In 1980-1981, both probes visited Saturn. The sixth planet also had a lot of surprises in stock. It turned out that its rings are much more complex than previously thought, and actually consist of hundreds of small rings. The so-called shepherd moons were also discovered. Shepherd moons are small satellites whose gravity affect the rings and hold their particles together. The probes carried out a detailed survey of all the main satellites of Saturn, and also discovered a number of its previously unknown moons. It turned out that Mimas resembles the Death Star from Star Wars, while Iapetus’ hemispheres are radically different in color.
One of the main tasks while visiting Saturn was to study Titan, the only satellite of a planet in the Solar System that has a full-fledged atmosphere. Unfortunately, it turned out to be completely opaque in the visible spectrum, so Voyager was unable to image its surface. But an analysis of the atmosphere has shown that the temperature on Titan is close to the “triple point” of methane, at which it can simultaneously exist in liquid, solid and gaseous states. Later, this assumption was confirmed by the Cassini mission.
After Saturn, the paths of the devices diverged forever. Thanks to the success of the mission, NASA managed to get the program extended and get permission to send Voyager 2 to Uranus and Neptune. As for Voyager 1, after its visit to Titan, Saturn’s gravity sent it aside of the ecliptic plane of the Solar System.
Visiting Uranus and Neptune
Voyager 2 reached Uranus in January 1986. It turned out that the structure of the planet is significantly different from Jupiter and Saturn, whose mass is 90% hydrogen and helium. On Uranus, only the atmosphere consists of hydrogen and helium. Beneath it there is a kind of ocean, which consists of a mixture of water, ammonia, methane and hydrogen sulfide. In the center, there is a stone core. Later, the term ice giants began to be used to denote such celestial bodies.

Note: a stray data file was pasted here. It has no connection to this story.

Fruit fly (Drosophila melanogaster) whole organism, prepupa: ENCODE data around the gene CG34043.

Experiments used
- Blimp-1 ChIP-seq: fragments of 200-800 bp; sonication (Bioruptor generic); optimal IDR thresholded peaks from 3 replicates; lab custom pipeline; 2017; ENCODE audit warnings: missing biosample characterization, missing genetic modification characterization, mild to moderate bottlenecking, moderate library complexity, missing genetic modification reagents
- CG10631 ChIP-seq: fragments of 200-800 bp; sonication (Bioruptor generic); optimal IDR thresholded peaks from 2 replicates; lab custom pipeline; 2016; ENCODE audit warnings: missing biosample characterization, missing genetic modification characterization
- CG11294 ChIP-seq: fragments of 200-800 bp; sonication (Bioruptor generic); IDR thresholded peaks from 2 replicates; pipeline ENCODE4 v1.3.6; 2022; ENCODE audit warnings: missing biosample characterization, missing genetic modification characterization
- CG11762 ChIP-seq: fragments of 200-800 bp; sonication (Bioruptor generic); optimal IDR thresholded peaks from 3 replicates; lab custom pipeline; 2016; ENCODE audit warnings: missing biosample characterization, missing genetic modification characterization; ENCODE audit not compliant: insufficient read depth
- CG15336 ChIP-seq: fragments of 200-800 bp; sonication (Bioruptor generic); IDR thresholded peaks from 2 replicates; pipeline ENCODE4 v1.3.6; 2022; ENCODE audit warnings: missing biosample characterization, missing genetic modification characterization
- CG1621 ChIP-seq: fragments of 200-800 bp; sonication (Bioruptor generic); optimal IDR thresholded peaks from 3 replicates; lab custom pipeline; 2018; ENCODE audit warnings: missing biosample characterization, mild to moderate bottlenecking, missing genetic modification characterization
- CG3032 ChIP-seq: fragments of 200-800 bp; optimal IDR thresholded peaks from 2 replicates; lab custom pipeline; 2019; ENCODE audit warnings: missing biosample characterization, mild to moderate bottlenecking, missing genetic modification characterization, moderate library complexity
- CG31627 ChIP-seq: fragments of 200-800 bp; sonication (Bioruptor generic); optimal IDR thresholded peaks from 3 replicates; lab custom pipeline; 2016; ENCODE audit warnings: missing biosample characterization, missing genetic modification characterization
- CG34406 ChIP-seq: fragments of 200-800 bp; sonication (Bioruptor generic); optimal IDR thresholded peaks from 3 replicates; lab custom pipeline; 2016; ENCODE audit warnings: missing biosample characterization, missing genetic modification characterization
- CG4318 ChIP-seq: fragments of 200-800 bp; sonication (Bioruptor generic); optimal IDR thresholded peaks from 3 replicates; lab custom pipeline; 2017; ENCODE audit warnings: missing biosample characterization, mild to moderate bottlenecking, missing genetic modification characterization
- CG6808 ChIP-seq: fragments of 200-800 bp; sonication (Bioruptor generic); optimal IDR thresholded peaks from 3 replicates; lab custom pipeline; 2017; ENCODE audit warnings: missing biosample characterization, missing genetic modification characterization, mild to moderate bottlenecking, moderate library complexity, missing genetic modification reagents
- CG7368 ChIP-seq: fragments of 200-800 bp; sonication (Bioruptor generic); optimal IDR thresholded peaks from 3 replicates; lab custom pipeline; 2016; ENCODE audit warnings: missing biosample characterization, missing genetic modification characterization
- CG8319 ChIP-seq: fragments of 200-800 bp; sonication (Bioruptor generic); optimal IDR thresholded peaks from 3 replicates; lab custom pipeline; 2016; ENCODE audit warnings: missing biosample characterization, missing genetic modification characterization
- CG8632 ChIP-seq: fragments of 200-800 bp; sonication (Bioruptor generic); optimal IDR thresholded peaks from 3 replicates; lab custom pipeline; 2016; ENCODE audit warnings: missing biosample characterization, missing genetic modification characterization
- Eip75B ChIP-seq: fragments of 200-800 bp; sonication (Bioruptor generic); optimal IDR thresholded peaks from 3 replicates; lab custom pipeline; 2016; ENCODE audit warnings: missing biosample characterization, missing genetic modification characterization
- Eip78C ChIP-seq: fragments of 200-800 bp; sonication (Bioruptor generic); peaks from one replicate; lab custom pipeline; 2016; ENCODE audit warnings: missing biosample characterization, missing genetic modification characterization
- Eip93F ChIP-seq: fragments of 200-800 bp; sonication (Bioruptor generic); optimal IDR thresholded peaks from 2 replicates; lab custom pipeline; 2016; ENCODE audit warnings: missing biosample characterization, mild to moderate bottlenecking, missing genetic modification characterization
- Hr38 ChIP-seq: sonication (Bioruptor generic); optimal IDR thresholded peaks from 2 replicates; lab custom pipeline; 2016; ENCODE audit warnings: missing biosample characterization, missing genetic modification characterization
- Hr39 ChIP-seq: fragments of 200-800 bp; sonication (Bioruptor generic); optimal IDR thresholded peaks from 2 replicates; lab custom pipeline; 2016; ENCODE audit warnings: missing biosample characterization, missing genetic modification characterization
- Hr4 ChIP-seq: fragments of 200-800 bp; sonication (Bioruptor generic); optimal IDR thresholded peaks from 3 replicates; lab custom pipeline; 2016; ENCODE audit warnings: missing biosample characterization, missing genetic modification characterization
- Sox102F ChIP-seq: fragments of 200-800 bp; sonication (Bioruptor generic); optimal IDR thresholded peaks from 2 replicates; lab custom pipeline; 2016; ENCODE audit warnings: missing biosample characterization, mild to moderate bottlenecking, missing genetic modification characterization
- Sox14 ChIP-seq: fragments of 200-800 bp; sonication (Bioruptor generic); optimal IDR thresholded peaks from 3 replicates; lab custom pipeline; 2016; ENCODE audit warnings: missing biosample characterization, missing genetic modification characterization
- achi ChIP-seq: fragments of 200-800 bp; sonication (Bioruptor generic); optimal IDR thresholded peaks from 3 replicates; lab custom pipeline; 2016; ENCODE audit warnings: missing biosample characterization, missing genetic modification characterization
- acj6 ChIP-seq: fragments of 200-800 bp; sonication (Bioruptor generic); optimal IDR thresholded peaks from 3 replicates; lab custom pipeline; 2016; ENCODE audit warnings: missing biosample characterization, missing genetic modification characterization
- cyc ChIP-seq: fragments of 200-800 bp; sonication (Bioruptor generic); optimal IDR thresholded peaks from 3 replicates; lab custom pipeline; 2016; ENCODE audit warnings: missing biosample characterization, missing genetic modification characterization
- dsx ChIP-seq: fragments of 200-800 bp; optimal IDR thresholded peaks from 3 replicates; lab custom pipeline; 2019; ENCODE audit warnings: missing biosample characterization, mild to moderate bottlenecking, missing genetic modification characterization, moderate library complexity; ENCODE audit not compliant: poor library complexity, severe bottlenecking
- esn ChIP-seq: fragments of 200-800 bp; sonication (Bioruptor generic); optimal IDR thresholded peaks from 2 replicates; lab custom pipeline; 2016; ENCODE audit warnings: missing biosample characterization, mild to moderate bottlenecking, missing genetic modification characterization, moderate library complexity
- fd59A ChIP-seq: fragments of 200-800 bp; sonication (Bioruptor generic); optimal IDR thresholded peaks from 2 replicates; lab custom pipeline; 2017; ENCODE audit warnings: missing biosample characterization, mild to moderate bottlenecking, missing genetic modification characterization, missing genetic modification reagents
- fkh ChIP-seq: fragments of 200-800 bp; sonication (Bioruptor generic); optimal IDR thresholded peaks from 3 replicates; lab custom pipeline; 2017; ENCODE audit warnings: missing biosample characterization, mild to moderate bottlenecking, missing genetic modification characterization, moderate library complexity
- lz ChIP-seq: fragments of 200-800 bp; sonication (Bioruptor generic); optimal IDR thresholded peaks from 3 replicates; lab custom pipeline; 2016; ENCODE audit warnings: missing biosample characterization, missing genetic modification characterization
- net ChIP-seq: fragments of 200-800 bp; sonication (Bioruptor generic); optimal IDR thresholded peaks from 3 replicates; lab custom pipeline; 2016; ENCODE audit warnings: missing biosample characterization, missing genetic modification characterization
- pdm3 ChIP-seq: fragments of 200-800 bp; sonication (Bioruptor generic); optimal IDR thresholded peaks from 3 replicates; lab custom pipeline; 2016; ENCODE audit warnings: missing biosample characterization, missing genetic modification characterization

It also turned out that Uranus is the coldest planet in the Solar System, its magnetic field is asymmetric, and magnetic poles are very much shifted in relation to the geographic ones. Another important achievement of the mission was the discovery of 11 new moons of Uranus and several rings.
After Uranus, Voyager 2 headed for Neptune. The flyby took place in August 1989. According to its internal structure and characteristics of the magnetic field, the planet turned out to be similar to Uranus. A large storm was found in its atmosphere, which was called the Great Dark Spot. Further analysis of the Voyager 2 images also revealed several unknown satellites.
The main “star” of the flyby was Neptune’s largest satellite, Triton. Cryovolcanoes that spew nitrogen were found on its surface. And something like frozen lakes were seen near the equator, with shores in the form of stepped terraces, up to a kilometer high. This indicates that Triton’s surface has melted several times in the past — perhaps due to tidal interactions with Neptune.
Analysis of Voyager 2 data also solved the mystery of Planet X, a hypothetical celestial body that affects the orbit of Uranus. Searching for this mysterious planet astronomers once discovered Neptune. But then it turned out that its mass was not enough to explain all the deviations, so they continued their quest and discovered Pluto. But measurements by Voyager 2 showed that Neptune’s mass was originally determined with an error. When it was taken into account, all the inconsistencies in the orbit of Uranus disappeared — so the Planet X became redundant.
By the time of the rendezvous with Neptune, the existence of the Kuiper belt remained only a theory — its first object was discovered only in 1992. Therefore, the eighth planet was the last objective for the device. After its flyby, Voyager 2 followed a trajectory directed “down” in relation to the ecliptic plane of the Solar System.
But although the devices had no more planets left to study, they soon reminded of themselves again. In February 1990, Voyager 1 took a family portrait of the planets of the Solar System. One of the pictures captured the Earth as well. This image was named the Pale Blue Dot, and is now considered one of the most important space images in history.
After the Grand Voyage was completed, the US Congress proposed several times to stop further funding for Voyager, citing the high cost of long-distance communication sessions. But NASA managed to protect the project. The organization knew that in the future, the devices would reach the border that separates the solar system from interstellar space. The whole question was whether they would have time to do it before the end of their work…
We are going to talk about how the Voyager probes got into interstellar space and what awaits the mission in the future in the second part of our review.